What the Republicans running for House District 30 say about how Utah should address water scarcity

Fred Cox and David Parke will face off in the June 25 Republican primary.

Two candidates are running to become House District 30′s Republican nominee in the June 25 primary.

District 30 includes a portion of West Valley City. The district’s incumbent, Judy Weeks-Rohner, is running to represent the same area in the State Senate District 12 general election.

Fred Cox and David Parke are the two Republicans vying to advance to general election ballots.

The Salt Lake Tribune sent out six questions to 50 candidates across 23 races scheduled for June 25. The Tribune gave these candidates a deadline and word limit, and informed candidates that their answers may be edited for clarity and length. Here’s how Cox and Parke responded the questionnaire:

1) Utah’s largest electricity provider has canceled plans to replace its coal-fired power plants with nuclear power and has walked back comments about investing in clean energy.

Should Utah, while it actively supports housing and business development, also be looking for more sustainable and less fossil fuel and carbon-dependent energy?

Cox: We need clean energy, clean air, clean water, clean land and energy independence. We also need to encourage energy efficiency and technologies such as ground source heat pumps. We may not agree with each other re: CO2 cap/trade, taxes, or our effects on climate. We do need more renewable energy. We have developed better and cleaner ways of using fossil- and carbon-based energy sources. At this stage, we need all of them, but we need long-term solutions.

Parke: It always makes sense to find the most cost-effective, reliable sources of energy that will minimize the impact on our air quality. This includes efficient use of fossil fuel.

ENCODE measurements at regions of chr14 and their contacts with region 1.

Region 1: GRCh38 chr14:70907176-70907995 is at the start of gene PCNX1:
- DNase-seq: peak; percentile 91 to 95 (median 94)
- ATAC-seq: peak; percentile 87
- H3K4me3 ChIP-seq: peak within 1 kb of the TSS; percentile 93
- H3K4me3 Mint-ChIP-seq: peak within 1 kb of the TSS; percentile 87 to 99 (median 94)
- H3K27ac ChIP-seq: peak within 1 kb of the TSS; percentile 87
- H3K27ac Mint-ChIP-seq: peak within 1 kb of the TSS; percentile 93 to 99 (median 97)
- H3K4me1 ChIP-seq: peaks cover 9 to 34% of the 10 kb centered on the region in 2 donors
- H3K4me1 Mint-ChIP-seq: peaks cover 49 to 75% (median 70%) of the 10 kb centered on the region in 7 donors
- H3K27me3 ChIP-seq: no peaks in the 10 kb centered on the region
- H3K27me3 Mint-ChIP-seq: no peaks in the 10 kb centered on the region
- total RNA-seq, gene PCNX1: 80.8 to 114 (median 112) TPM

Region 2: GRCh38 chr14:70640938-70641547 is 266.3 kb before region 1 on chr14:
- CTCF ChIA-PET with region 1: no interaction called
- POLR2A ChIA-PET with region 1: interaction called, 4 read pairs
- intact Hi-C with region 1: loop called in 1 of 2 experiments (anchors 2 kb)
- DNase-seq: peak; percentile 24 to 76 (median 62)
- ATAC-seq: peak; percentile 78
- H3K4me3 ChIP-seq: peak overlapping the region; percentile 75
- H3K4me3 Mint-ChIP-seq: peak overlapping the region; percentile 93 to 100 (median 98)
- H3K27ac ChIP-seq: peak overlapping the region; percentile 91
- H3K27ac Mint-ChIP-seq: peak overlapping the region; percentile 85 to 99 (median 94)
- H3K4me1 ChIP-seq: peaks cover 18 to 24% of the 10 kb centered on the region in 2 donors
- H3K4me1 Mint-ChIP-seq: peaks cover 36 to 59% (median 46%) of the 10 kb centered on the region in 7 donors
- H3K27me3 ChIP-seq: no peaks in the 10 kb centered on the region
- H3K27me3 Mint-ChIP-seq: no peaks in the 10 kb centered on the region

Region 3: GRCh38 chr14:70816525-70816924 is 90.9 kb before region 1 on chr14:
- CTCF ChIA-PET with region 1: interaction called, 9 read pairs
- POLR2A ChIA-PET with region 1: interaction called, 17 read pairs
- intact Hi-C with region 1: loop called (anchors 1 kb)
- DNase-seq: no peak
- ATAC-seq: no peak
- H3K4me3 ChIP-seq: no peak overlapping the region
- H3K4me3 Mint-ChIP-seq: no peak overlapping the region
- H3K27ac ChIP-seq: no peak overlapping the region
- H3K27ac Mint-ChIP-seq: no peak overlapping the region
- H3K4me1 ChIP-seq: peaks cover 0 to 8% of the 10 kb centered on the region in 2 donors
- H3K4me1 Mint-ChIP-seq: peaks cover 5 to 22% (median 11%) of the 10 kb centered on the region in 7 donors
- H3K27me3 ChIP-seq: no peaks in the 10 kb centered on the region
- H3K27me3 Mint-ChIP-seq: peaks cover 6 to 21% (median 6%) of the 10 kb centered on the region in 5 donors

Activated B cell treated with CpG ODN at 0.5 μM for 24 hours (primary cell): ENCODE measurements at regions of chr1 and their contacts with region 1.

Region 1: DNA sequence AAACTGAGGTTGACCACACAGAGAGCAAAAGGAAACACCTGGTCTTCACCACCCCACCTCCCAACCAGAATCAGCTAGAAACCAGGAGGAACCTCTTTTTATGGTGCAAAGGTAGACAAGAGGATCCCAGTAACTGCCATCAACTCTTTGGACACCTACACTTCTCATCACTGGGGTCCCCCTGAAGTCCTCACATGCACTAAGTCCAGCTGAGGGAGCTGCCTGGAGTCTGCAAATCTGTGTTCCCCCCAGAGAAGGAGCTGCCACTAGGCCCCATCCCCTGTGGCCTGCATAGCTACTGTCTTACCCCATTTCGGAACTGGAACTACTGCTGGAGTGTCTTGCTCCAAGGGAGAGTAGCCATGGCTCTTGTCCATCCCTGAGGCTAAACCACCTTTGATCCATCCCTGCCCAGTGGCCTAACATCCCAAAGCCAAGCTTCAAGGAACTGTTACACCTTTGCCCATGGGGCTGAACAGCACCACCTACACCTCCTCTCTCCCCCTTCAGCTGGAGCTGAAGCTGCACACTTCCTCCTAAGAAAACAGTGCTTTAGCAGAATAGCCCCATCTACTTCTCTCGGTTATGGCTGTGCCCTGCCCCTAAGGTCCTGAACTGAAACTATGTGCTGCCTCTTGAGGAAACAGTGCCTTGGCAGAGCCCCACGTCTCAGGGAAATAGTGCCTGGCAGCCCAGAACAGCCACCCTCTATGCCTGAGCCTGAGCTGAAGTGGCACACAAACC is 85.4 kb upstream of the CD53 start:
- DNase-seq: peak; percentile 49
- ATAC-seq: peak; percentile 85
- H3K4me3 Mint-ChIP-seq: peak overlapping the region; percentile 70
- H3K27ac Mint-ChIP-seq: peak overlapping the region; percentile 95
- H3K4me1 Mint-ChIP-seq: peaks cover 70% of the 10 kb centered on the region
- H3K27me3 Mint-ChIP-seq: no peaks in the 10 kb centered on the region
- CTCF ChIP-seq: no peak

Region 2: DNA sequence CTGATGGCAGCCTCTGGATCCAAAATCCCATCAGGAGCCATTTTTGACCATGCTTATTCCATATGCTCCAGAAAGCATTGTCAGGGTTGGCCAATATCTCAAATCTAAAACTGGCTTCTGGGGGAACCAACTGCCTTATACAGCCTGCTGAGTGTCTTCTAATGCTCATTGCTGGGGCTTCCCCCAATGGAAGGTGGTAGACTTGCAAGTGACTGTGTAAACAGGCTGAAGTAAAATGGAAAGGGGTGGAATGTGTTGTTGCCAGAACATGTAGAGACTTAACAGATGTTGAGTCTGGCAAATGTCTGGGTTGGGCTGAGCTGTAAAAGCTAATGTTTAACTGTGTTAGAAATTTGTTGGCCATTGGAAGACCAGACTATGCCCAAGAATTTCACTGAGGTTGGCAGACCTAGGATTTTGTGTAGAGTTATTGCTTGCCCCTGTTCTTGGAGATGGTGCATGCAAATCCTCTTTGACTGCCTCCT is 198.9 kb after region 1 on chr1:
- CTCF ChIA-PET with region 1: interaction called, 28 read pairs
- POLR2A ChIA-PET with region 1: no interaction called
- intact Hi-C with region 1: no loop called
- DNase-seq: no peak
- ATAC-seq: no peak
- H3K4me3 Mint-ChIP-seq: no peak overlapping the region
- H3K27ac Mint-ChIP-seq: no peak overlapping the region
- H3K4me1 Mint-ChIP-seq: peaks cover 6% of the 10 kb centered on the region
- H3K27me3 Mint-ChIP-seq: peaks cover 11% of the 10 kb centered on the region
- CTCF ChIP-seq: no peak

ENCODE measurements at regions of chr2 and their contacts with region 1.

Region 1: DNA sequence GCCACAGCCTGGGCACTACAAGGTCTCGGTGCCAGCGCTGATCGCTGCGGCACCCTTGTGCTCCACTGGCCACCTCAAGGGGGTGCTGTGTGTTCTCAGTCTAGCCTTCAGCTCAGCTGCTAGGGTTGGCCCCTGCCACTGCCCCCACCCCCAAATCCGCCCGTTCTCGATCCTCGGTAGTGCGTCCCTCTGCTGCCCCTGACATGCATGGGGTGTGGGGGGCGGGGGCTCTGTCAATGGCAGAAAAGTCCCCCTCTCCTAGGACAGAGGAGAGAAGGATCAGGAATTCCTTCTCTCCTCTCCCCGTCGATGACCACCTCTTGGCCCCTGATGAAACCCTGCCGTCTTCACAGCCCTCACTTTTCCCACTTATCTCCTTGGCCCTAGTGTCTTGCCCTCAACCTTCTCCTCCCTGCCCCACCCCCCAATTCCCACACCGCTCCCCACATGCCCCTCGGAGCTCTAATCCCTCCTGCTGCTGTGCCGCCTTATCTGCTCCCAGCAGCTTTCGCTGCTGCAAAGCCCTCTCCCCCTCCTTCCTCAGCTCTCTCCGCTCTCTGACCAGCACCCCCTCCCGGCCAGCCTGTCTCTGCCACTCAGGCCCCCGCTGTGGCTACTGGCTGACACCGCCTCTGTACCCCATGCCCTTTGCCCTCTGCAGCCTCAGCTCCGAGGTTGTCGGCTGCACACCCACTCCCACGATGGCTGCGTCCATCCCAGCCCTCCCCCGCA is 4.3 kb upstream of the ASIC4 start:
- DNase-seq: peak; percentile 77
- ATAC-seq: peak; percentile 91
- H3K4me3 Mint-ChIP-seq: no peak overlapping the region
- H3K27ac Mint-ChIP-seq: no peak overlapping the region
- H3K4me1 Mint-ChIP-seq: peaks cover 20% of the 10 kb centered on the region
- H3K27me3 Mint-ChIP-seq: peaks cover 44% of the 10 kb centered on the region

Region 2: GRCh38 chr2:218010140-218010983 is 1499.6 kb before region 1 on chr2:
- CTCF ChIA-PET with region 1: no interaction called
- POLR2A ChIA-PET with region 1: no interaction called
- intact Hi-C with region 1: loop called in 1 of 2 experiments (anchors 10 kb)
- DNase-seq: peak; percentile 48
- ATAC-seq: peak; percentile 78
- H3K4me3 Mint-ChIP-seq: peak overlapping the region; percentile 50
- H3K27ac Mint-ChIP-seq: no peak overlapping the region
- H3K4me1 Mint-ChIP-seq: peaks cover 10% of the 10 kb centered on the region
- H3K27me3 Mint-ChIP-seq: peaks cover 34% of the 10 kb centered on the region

2) Yes or no: Is climate change negatively impacting Utah?

Cox: Did not respond with a “yes” or “no” answer.

Parke: Yes.

3) Water scarcity continues to be a challenge for the state. Recent legislation has attempted to conserve water and get more to the Great Salt Lake and Colorado River.

Should Utah do more to subsidize homeowners to conserve water? Should laws require large users to pay more for water? What other steps should state government take to deal with water scarcity?

Cox: No, Utah should not do more to subsidize homeowners to conserve water. We have already passed laws that allow water districts to charge more for water at different rates. Utah should encourage water saving and continue to stop regulations that require wasting water and allowing water-wise landscaping.

The other item is removing a regulation of the state to retain a certain amount of rainwater during site plan stormwater design for projects over an acre. This would cost almost nothing and may reduce the costs of construction.

The state for at least many areas and for many years has required a certain amount of detention to act as a shock absorber to reduce flooding, but it has been recent, the last couple of years, that retention has been required, even when the infrastructure is available to handle the storm water with reduced speed. This should change.

Parke: As a state we have shown our ability to conserve water during tough times. We must continue to focus on water scarcity. Preserving the Great Salt Lake is critical to our city’s future. As a rule, I support usage taxes over general population taxes. Considerations however, should be made for the agricultural industry.

4) Yes or no: Do you support building the Lake Powell Pipeline?

Cox: Did not respond with a “yes” or “no” answer.

Parke: No.

5) Triggered after the U.S. Supreme Court’s Dobbs decision, Utah’s current law bans nearly all abortions — except in instances of sexual crimes, when there is a fatal fetal abnormality or when the mother’s life is at risk. For now, that law is currently on hold in the courts and an 18-week ban is active in Utah.

More or fewer: Should Utah’s trigger law have more or fewer restrictions?

Cox: Did not respond with a “more” or “fewer” answer, or say he supports the current law as it is written.

Parke: I support the state’s current position.

6) For or against: Are you voting for or against the constitutional amendment that removes the requirement that income taxes be used for education and social services?

Cox: Against.

Parke: For.

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